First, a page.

Inside a meeting room at Boyle Heights LGBTQ center Mi Centro is a stunning altar made by L.A.-based artist Erick Villegas Nunes. Crosses are cut into the top of a black box that resembles a church. It opens to illustrations of skulls and melted candles. Light pours through an orange, Aztec-style wheel on its roof and red, windowlike inserts on its front and back. There's a deck of tarot cards inside and a ouija board at the base of the altar. On one side are the names of the victims of the Pulse nightclub shooting.

Last year, after the horrific massacre of 49 people at a gay club in Orlando, Florida, Mi Centro remembered the fallen for Día de los Muertos. In the process, they started what looks to have become a new tradition. Calavera, named for the skull imagery associated with Día de los Muertos, is Mi Centro's now-annual event to remember lives lost due to homophobia and transphobia.

“We want to honor those individuals and we want to bring culture together in a community environment,” says Ari Arambula, president of the Latino Equality Alliance's advisory board.

Located in a warehouse-heavy section of Boyle Heights, Mi Centro is a collaborative effort between Latino Equality Alliance and Los Angeles LGBT Center. The LEA, which uses education to combat homophobia in Latino communities, was formed in response to Proposition 8, the 2008 ballot measure intended to prevent gay marriage. Through their outreach work, the group learned that there wasn't an LGBTQ center that was accessible to people living in and around Boyle Heights. Two years ago, LEA and Los Angeles LGBT Center opened Mi Centro.

At Mi Centro, LEA works not just to provide resources for LGBTQ people but also for their families and others who could become allies as well.

Juan Castillo-Alvarado, LEA's director of public education programs, leads five weeklong workshops that help parents understand bullying, homophobia and transphobia. He says that some mothers have gone through the workshops multiple times, learning new lessons along the way. It's a way of addressing underlying issues — sexism among them — that can manifest in homophobic or transphobic attitudes. With cultural events, the group is able to continue educating the public in a festive setting.

Día de los Muertos has its roots in Mexico, but Los Angeles' celebrations can be traced back to nearby Self Help Graphics, which began hosting events in the 1970s. Over the decades, the holiday intended to honor the memories of those who have died has become extremely well-known in the United States, to the point where people have written about its popularity in the context of cultural appropriation and commercialization. At Mi Centro, though, Día de los Muertos is a time to foster understanding of the loss that has affected the LGBTQ community.

“Having a cultural celebration is learning,” says Arambula. “We learn about the cultural aspect of Día de los Muertos, bringing in some of the indigenous history and trying to reel it back from the commercialism, and to bring family and bring the spiritual side of all that.”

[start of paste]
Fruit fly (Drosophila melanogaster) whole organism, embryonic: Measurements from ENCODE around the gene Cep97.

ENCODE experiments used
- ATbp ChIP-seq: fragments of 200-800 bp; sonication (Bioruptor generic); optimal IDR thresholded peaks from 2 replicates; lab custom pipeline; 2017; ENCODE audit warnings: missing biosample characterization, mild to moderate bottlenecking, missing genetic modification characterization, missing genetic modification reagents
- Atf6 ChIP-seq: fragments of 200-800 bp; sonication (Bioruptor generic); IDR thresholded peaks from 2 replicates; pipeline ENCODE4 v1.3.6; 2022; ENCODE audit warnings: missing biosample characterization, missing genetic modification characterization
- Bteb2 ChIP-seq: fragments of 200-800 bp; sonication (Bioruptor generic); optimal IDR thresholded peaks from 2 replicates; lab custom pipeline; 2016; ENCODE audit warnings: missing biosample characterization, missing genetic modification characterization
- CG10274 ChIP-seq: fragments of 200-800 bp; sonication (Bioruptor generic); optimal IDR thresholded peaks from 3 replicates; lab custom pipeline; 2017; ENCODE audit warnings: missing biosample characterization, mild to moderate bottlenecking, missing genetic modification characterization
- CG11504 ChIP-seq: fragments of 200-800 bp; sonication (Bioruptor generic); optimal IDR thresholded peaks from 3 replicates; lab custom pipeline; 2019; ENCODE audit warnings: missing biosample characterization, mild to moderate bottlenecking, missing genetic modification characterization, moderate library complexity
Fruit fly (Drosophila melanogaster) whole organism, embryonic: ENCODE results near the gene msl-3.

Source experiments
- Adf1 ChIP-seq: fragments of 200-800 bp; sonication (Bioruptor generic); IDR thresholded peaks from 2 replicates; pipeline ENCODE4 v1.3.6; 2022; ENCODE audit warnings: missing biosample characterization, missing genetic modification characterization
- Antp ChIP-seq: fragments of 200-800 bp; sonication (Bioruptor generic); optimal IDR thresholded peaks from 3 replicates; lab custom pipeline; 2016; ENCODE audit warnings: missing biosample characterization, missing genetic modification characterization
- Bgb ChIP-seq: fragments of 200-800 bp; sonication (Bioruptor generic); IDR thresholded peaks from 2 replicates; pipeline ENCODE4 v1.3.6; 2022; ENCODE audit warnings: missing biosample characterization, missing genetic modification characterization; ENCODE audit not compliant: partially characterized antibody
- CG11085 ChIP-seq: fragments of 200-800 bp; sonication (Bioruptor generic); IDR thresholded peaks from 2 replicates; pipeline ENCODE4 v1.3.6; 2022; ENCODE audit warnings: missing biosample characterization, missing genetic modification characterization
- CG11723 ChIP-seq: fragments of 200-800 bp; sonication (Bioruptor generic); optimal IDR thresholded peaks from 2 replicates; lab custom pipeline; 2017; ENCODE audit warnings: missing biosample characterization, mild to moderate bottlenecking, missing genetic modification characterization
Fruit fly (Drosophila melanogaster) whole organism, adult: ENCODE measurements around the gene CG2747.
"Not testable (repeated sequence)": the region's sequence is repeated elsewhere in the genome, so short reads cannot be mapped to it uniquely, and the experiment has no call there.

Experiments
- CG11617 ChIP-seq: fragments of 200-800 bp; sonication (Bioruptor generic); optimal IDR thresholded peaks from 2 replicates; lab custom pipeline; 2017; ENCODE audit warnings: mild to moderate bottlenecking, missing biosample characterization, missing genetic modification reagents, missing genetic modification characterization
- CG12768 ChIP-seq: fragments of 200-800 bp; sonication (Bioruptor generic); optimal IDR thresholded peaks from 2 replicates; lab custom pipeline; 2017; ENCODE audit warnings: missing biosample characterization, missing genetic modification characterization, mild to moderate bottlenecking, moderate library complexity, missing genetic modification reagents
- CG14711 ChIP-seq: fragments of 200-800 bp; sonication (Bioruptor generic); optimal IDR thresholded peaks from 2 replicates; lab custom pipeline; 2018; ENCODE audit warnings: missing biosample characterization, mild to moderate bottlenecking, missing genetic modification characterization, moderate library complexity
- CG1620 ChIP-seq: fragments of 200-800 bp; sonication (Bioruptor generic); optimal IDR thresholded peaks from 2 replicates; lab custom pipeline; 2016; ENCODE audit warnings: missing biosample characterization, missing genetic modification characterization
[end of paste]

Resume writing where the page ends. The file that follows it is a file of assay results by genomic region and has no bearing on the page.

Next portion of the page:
An in-progress altar at Mi Centro in Boyle Heights; Credit: Liz Ohanesian

An in-progress altar at Mi Centro in Boyle Heights; Credit: Liz Ohanesian

Eddie Martinez, executive director of LEA, adds, “It's a celebration of life and of your loved ones that have passed on, so when people come here and realize that we're also honoring LGBT people who unfortunately we lost to violence, it's celebrating all family members.”

That includes people whose own families may not have recognized them. Castillo-Alvarado recalls news of a Pulse nightclub shooting victim whose family refused to claim his body. Says Castillo-Alvarado, “We need to honor people who are not being honored by their own families.”

In mid-October, the folks at Mi Centro were gearing up for the second Calavera event. Inside the meeting room, there was a new in-progress altar. A large desk had been painted in pink and white stripes with light blue trim. Small, potted succulents, a candle and a smattering of stones lined its shelves while photos of people who have died were fixed to the backboard. Out in a hallway was an even grander unfinished altar. A large cabinet had been painted blue and yellow with same-sex couples painted on the inside top portions of the doors. Building the altars becomes as much of a community experience as the Calavera event.

An altar made by L.A.-based artist Erick Villegas Nunes for Mi Centro; Credit: Liz Ohanesian

An altar made by L.A.-based artist Erick Villegas Nunes for Mi Centro; Credit: Liz Ohanesian

Anthony Gutierrez, an intern at Mi Centro, designed the calavera that the group uses to advertise their Día de los Muertos event. “We wanted to make ours in step with the culture but also in tune with our causes and campaign,” he says. Gutierrez's piece includes a green ribbon to symbolize anti-bullying and mental health awareness, orange flowers as a statement against gun violence, LEA's logo, plus a symbol for gender fluidity and a diamond to represent strength and solidarity. The skull's makeup incorporates the rainbow colors of the LGBTQ Pride flag.

At Mi Centro, the motto is “la familia is out” and celebrating Día de los Muertos together is another way of expressing that. “Sometimes, when someone comes out, it's really risking themselves,” says Castillo-Alvarado. “They're putting themselves out there, so the family needs to support them.”

Mi Centro's second annual Calavera event is Saturday, Oct. 28, at 6 p.m. at 553 S. Clarence St., Boyle Heights.

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